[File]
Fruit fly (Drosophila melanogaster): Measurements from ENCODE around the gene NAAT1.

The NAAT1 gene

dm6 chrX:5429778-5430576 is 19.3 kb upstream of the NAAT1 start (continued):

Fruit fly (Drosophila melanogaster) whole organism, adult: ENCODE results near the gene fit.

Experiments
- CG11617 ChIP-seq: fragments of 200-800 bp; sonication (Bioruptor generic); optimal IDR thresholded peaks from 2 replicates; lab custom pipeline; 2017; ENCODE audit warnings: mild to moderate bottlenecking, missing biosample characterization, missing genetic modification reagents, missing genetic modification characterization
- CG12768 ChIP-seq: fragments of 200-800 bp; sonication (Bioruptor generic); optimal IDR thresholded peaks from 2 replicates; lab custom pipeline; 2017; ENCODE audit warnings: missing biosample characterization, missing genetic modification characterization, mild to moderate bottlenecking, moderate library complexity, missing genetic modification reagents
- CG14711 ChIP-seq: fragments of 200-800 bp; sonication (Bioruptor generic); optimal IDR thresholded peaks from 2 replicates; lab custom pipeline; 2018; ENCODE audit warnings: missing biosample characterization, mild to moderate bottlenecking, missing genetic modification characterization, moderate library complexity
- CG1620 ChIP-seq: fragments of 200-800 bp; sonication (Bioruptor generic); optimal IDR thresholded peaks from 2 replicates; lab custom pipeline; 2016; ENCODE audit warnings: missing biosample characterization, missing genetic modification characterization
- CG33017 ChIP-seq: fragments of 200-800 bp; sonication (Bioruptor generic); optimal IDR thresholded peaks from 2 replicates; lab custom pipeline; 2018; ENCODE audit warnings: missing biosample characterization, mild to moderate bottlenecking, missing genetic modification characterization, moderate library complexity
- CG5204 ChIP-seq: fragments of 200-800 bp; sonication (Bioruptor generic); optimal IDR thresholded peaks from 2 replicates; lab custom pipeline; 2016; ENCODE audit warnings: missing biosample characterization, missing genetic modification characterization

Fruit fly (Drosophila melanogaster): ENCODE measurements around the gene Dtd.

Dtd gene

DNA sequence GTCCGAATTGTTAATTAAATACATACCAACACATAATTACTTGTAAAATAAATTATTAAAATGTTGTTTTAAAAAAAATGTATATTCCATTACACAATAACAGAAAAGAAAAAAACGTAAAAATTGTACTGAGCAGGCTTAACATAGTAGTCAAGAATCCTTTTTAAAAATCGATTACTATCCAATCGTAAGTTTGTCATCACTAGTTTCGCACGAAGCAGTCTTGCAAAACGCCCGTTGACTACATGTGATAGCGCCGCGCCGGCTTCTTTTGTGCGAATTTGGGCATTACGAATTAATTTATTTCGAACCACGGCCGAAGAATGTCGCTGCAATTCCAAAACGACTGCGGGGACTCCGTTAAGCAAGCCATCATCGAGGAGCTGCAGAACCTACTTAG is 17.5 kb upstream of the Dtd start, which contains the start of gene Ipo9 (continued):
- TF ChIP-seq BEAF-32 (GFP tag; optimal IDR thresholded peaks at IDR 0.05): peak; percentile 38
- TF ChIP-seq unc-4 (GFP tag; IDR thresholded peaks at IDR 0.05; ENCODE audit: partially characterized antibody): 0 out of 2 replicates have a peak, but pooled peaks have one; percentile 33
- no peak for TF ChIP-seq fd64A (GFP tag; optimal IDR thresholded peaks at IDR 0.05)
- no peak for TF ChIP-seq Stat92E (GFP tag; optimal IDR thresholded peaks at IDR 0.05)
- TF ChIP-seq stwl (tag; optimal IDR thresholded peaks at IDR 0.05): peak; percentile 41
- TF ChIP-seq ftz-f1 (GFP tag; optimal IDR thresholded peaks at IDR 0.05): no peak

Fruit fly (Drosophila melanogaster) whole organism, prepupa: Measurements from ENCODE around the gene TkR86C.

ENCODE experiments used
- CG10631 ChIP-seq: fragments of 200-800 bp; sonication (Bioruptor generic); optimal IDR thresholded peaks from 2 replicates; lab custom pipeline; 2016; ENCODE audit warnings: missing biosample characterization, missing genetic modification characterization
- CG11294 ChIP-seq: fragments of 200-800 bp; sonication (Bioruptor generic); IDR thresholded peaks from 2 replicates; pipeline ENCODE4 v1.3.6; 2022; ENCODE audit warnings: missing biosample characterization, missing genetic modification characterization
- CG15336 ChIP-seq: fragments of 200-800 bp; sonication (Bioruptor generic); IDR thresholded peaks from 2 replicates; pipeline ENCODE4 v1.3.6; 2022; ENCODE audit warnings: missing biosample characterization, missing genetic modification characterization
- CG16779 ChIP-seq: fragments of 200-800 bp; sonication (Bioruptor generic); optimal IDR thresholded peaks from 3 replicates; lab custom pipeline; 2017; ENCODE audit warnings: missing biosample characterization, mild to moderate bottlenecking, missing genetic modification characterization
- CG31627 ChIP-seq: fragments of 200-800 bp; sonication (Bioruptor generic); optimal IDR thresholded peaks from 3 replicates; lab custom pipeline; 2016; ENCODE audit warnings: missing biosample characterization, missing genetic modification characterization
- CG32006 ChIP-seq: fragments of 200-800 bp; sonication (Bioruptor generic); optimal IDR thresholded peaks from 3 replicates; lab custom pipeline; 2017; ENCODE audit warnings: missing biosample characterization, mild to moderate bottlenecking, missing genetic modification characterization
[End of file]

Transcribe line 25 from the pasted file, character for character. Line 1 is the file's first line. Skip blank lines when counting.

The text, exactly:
- CG15336 ChIP-seq: fragments of 200-800 bp; sonication (Bioruptor generic); IDR thresholded peaks from 2 replicates; pipeline ENCODE4 v1.3.6; 2022; ENCODE audit warnings: missing biosample characterization, missing genetic modification characterization